Thursday, September 10, 2009

Too Uptight for Your Own Good?


WHEN I WAS A YOUNGER ZEALOT, I remember asking a simple, pragmatic priest for advice before going on vacation with my family. I was concerned about the "sites" I was bound see

Yes, these are the things I used to worry about. I miss that kid.

I remember that he didn't laugh at me, but sort of just said without too much reflection that I should be simple and that if I saw "something," to treat what I saw as nothing. In other words, I was better off being normal, making nothing of it, not thinking about it too much, and moving on.

I thought about this conversation as I read the following passage from The Man Who Was Thursday: A Nightmare, by G.K. Chesterton:
Syme, indeed, was one of those men who are open to all the more nameless psychological influences in a degree a little dangerous to mental health. Utterly devoid of fear in physical dangers, he was a great deal too sensitive to the smell of spiritual evil. Twice already that night little unmeaning things had peeped out at him almost pruriently, and given him a sense of drawing nearer and nearer to the head-quarters of hell.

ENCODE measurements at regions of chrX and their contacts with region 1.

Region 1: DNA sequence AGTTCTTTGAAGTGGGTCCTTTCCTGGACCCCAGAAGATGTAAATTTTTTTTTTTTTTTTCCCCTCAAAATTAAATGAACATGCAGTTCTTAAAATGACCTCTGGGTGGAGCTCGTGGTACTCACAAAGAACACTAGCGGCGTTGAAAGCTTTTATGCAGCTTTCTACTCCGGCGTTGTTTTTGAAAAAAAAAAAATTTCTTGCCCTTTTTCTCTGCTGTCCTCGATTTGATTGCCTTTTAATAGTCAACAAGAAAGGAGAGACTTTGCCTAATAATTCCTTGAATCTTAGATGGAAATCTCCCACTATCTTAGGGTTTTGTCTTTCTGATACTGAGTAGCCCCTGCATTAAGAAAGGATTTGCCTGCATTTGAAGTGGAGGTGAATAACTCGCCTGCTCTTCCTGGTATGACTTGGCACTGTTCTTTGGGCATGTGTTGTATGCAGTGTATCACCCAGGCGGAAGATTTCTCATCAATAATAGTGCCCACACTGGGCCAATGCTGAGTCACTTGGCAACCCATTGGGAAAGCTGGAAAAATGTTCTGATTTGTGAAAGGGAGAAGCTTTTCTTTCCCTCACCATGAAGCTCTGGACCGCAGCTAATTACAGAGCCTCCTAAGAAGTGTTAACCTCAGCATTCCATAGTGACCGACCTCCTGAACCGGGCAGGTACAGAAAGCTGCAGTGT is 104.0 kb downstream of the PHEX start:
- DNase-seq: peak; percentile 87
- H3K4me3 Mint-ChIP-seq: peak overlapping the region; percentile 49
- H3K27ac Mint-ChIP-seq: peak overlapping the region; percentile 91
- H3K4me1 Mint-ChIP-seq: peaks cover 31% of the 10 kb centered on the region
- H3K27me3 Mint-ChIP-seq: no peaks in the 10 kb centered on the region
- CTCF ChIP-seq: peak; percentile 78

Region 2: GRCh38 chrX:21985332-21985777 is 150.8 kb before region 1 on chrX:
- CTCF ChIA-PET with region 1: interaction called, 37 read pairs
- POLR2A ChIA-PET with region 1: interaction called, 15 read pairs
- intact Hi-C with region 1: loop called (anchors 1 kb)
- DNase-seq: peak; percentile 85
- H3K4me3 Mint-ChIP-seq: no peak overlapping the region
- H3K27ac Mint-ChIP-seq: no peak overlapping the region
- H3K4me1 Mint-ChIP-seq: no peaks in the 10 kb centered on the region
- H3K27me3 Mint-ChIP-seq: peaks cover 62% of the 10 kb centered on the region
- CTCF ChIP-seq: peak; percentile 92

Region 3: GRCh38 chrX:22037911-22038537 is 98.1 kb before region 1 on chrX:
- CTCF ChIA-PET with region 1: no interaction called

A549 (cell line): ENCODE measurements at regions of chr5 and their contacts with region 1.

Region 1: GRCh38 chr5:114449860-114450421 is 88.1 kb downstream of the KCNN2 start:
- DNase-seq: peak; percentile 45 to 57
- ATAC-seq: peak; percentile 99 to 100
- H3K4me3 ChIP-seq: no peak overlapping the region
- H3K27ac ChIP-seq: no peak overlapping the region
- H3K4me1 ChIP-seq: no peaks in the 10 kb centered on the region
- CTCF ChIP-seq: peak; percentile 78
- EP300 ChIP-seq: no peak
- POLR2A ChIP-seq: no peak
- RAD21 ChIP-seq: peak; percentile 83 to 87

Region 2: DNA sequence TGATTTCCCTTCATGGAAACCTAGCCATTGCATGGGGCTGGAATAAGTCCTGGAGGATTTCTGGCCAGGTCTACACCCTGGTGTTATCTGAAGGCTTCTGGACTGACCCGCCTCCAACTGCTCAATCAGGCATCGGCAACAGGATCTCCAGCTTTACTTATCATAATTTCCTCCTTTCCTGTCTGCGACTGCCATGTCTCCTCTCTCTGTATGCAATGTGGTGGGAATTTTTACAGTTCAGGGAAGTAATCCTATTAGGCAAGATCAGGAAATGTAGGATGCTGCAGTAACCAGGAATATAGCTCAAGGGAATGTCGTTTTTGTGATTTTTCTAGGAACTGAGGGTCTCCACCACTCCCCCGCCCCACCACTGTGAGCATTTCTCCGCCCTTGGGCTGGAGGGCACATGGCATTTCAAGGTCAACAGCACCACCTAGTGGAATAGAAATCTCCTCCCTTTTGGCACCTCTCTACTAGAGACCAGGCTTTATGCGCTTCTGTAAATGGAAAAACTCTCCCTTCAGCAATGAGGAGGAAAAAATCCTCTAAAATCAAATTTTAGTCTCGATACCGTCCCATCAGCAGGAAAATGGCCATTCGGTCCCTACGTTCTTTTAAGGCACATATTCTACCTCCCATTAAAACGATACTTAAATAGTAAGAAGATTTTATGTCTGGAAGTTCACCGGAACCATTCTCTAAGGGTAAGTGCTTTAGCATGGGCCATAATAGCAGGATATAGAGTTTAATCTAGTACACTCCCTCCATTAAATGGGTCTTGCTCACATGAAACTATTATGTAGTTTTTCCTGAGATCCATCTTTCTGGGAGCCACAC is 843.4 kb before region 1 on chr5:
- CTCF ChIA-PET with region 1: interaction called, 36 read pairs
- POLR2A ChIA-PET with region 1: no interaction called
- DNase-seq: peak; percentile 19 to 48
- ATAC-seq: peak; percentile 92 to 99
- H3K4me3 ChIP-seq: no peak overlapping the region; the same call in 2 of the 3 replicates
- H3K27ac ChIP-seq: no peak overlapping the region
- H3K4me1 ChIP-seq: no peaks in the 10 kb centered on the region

He is considered "a great deal too sensitive" to the point that things that would otherwise go unnoticed ended up peeping out at him "almost pruriently" (i.e., in a sexual way).

I think part of being spiritually alert is being careful to avoid unhealthy obsessions and fears. Obsession can give temptation more life and power.

2 comments:

Jake said...

I loved that book. I remember reading a commentary that said Syme was actually supposed to be autobiographical of Chesterton himself. Interesting perspective Nader! Thanks!

Nader Alfie said...

Hey thanks, Jake. That makes a lot of sense. People like Chesterton like to poke fun at themselves subtly in their writing. It's a typical act of of humility by an intellectual.